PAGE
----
A desert is never exactly what it seems – as empty, barren as dead. The Judean desert, with its stark taupe hills, is a venue for tourism, for army exercises, or for salvage and prospecting forays young people who turn up rockets from the Gulf War, or even rusted armaments from the Israeli-Egypt war in the early 1970s. In these images we see the Army putting its recruits through an exercise in rock climbing, the punishing heat as a young boy covers his head with his shirt, the mute and positionless outcropping of stones.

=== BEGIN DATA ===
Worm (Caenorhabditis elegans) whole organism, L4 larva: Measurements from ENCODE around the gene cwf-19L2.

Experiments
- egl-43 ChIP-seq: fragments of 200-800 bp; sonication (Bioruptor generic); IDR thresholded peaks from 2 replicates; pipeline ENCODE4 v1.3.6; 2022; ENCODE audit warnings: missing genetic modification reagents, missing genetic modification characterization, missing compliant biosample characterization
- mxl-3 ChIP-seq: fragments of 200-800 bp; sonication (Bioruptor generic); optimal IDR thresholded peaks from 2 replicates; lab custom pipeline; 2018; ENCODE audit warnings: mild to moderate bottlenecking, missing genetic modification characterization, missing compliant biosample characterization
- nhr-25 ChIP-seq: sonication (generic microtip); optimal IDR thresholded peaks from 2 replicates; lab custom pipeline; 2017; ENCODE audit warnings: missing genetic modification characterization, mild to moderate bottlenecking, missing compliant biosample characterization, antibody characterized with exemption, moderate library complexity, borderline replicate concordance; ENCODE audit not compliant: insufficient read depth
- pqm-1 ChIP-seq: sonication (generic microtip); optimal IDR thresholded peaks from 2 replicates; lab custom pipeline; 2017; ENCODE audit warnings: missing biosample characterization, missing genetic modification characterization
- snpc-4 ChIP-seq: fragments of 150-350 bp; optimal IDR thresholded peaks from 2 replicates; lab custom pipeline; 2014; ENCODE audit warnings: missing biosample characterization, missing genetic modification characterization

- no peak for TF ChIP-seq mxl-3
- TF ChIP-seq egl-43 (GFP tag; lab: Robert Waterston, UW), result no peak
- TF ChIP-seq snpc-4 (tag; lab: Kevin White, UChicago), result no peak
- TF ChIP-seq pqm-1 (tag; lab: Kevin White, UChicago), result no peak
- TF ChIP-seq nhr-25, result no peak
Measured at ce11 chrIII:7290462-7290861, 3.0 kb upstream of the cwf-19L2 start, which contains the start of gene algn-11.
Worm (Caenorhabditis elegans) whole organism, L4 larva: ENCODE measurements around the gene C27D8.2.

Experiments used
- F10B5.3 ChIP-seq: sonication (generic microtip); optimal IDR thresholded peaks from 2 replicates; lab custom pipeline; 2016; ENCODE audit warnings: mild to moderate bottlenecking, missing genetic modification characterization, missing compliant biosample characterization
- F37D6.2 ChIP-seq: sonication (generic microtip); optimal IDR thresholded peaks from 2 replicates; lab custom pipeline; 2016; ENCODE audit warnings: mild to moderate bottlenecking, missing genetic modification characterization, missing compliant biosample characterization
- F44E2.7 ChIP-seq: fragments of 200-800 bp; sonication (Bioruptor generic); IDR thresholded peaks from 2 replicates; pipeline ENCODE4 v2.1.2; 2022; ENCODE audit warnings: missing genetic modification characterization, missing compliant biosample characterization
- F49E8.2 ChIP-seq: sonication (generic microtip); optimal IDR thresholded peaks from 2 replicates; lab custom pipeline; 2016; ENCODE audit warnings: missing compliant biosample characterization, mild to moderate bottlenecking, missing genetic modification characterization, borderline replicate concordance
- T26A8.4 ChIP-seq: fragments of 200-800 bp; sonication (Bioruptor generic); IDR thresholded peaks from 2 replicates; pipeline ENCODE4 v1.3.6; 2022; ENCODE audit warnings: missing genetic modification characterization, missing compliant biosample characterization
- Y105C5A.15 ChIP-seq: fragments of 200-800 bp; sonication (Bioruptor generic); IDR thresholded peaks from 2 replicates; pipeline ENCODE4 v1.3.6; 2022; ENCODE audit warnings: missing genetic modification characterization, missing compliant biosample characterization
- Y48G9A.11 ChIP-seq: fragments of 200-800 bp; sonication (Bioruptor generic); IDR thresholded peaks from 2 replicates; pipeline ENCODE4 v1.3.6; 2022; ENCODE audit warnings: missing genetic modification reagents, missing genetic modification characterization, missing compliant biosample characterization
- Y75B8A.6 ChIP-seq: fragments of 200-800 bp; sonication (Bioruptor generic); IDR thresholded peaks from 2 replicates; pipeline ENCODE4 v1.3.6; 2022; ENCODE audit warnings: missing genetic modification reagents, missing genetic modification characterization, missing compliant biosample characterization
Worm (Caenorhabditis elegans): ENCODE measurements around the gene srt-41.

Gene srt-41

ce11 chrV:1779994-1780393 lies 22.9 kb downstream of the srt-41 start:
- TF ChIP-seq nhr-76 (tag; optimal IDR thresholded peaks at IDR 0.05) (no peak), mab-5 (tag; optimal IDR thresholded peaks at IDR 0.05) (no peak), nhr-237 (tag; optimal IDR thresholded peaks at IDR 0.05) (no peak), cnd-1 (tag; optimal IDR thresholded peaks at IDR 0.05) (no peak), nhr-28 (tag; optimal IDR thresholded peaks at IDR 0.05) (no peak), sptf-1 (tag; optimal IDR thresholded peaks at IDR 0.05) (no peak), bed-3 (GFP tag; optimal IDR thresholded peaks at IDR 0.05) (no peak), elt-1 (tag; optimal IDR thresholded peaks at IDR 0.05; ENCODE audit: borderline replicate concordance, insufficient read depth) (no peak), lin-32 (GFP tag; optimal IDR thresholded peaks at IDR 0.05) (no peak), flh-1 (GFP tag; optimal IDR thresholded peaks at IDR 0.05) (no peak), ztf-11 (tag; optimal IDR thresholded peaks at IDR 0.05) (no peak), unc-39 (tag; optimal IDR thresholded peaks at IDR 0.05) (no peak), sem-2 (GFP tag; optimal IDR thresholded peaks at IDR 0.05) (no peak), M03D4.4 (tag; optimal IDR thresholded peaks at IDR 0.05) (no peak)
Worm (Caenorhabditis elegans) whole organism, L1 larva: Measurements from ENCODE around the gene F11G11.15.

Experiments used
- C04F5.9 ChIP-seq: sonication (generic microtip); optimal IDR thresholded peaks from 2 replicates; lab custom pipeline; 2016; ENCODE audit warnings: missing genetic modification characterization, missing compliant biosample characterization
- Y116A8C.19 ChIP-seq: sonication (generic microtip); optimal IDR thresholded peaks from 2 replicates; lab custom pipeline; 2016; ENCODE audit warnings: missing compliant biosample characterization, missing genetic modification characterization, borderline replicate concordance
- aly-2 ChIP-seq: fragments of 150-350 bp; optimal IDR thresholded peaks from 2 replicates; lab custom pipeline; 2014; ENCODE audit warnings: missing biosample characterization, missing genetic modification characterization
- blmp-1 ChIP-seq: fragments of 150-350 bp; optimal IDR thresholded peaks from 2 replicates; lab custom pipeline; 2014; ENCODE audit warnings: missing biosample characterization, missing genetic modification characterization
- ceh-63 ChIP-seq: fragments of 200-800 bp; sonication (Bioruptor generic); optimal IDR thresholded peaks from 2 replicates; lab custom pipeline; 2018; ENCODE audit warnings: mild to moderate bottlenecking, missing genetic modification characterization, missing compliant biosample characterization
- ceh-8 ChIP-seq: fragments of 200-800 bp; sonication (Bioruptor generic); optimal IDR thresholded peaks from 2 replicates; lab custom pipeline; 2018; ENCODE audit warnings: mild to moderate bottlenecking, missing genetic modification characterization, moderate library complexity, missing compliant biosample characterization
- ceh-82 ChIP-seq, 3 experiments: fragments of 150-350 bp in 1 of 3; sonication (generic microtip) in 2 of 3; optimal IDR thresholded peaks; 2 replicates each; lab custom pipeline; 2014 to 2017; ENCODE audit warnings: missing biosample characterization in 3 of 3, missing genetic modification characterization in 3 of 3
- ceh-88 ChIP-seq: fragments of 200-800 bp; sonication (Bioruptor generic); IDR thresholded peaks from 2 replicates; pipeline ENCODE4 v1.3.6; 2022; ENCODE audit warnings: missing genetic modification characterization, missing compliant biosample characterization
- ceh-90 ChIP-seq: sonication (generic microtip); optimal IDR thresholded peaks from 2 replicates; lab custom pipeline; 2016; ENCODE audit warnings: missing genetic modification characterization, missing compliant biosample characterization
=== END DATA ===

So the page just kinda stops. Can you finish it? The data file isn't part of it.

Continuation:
Abandoned structures lie in the desert, as the sand consumes them. Rusting, purposeless, they look as if they may have once served a military purpose, but are now no more then empty architectonic structures that remain us of the fait of a historic landscape. This is one of the oldest and most recorded landscapes on earth, the biblical desert of the old and new testaments. With its rough, corroded exterior, it expresses the tension between life and death, as much as a place of tourist interest as the dead sea lies just over the horizon as a natural resource that extends into an unify landscape between Israel and Jordan.